Cameron Black argues that rugby should not be so quick to judge football in the wake of violence at Euro 2016.
Whilst trawling the web last week I found this piece which I thought might be of interest, in which Brian Moore proposes a series of ideas to have scrums refereed properly.
(note: contains much technical scrummaging chat)
It’s well worth a read, and we would of course be interested in what any of you thought about how the scrum could be improved/fixed/left as it is… comments below as usual.
The BBC have just published their list of the proposed protected “free to air” sporting events, seen as invaluable in promoting sport in Britain and being accessible to the widest possible audience. Broadcast rights to several of these lie in the clutches of Rupert Murdoch’s Sky Sports or elsewhere.
The BBC’s proposed list for protected free-to-air Rugby events (* denotes additions):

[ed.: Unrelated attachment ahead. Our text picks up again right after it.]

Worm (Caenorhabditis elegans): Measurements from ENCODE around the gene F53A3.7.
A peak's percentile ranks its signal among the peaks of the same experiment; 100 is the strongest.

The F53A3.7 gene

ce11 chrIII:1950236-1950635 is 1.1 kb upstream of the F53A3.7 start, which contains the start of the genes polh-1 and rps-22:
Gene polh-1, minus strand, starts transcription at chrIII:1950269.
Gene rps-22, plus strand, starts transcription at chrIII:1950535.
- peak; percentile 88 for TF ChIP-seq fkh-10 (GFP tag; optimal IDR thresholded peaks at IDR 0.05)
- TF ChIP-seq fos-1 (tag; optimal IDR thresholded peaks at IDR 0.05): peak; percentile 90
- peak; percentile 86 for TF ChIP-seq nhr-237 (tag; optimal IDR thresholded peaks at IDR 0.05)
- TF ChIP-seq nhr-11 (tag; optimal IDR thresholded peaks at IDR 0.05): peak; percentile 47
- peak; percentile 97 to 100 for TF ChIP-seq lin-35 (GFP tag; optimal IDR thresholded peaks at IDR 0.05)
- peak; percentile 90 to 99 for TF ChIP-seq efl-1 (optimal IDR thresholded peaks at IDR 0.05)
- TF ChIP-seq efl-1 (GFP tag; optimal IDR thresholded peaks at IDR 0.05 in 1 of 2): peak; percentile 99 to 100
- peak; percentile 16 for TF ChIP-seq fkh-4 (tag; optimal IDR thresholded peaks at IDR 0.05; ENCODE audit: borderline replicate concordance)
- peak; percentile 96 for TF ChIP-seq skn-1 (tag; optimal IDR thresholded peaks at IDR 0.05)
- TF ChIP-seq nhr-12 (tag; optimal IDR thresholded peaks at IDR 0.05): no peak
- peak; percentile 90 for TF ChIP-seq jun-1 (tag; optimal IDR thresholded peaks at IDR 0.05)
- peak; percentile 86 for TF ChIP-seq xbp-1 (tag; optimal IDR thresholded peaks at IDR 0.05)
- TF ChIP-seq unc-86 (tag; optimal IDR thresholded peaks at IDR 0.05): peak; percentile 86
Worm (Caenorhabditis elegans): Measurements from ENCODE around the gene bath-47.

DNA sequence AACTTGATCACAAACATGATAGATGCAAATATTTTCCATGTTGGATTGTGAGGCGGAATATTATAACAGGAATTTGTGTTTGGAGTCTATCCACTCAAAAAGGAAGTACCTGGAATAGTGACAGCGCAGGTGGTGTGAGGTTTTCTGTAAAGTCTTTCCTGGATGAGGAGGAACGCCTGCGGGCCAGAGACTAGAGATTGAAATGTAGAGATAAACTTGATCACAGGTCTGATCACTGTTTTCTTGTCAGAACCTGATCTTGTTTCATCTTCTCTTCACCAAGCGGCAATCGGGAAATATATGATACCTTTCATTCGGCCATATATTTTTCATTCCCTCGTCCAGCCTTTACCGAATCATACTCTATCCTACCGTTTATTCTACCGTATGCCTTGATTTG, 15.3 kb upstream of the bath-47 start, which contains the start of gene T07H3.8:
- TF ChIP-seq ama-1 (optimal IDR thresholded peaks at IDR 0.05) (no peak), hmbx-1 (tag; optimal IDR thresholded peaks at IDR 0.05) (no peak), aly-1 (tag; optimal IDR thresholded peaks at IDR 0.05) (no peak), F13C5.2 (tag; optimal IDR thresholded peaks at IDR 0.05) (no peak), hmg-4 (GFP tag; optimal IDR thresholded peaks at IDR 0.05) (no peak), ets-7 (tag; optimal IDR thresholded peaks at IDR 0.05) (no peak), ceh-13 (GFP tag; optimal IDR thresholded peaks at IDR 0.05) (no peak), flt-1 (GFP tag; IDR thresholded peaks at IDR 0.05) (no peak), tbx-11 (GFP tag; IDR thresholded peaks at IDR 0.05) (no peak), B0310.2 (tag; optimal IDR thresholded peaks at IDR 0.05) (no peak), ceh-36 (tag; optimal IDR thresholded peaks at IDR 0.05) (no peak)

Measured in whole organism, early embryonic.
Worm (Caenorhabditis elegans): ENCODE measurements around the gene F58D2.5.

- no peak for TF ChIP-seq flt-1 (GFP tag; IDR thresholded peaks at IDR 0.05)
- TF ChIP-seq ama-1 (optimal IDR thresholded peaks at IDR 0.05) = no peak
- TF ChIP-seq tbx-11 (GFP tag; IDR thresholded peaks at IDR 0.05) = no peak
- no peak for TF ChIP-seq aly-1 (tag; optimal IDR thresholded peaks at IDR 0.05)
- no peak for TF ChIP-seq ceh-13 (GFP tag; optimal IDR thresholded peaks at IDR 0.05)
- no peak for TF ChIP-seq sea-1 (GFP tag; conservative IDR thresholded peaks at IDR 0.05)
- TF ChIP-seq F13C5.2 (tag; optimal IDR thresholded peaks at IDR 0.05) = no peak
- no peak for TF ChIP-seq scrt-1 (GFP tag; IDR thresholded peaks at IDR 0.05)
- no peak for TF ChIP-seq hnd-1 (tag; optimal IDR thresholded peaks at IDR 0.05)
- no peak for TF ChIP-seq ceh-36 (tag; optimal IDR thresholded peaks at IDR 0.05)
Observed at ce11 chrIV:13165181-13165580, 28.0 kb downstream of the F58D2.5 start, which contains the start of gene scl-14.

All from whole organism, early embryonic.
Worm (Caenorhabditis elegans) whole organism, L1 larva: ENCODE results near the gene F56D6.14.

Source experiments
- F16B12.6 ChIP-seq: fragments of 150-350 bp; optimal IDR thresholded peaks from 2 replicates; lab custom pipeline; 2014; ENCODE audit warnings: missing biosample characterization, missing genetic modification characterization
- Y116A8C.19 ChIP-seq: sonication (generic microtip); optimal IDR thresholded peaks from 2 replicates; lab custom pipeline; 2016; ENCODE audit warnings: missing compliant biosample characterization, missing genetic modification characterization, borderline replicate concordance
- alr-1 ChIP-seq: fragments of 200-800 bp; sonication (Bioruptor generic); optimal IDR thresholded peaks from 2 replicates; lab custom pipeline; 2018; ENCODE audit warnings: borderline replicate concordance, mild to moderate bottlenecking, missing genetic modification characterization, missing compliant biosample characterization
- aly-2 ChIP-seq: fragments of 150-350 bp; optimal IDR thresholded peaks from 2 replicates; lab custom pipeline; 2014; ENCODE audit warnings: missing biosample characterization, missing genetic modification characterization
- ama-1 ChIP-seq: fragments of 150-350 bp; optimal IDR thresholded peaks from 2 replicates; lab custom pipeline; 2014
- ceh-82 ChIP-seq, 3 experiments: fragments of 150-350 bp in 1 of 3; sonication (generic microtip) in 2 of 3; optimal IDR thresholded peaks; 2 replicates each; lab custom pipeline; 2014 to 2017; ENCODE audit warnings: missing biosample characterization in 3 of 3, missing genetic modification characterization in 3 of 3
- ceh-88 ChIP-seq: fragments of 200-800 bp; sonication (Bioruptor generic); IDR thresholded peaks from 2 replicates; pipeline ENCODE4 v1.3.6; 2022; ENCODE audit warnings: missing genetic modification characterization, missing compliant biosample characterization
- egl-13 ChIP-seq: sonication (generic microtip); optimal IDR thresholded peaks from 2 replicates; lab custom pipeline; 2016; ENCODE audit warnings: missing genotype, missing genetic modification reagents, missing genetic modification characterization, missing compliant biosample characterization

A1: UK conversation events (Live)
No rugby, it being stuff like the Olympics and Football World Cup
A2 List: Resonance in the Nations (Live in relevant nation)
Welsh rugby union Six nations and autumn internationals (Wales)*
A3 List: Pinnacle sports events (Live)
Rugby union World Cup final
B List: Events of UK importance (Highlights)
Rugby union World Cup
Six Nations rugby tournament (extended to all games*)
British and Irish Lions tour*
Why do only Wales get to have their Six Nations games protected as the highest priority? Removing Scotland’s games to ESPN Sports Extra 2 (highlights only, at half past midnight) will hardly help the cause of the game here. S4C seem to have enough cash to throw about on such things that Wales would probably get coverage anyway. I am pretty sure the Beeb recognises the Six Nations for the ratings winner it is and would fight to keep it, but still.
While the idea of the Lions being viewable to a largely ambivalent community outside the immediate rugby one fills me with joy, the idea of listening to Brian Moore commentating on it does not.
Full list of all events here.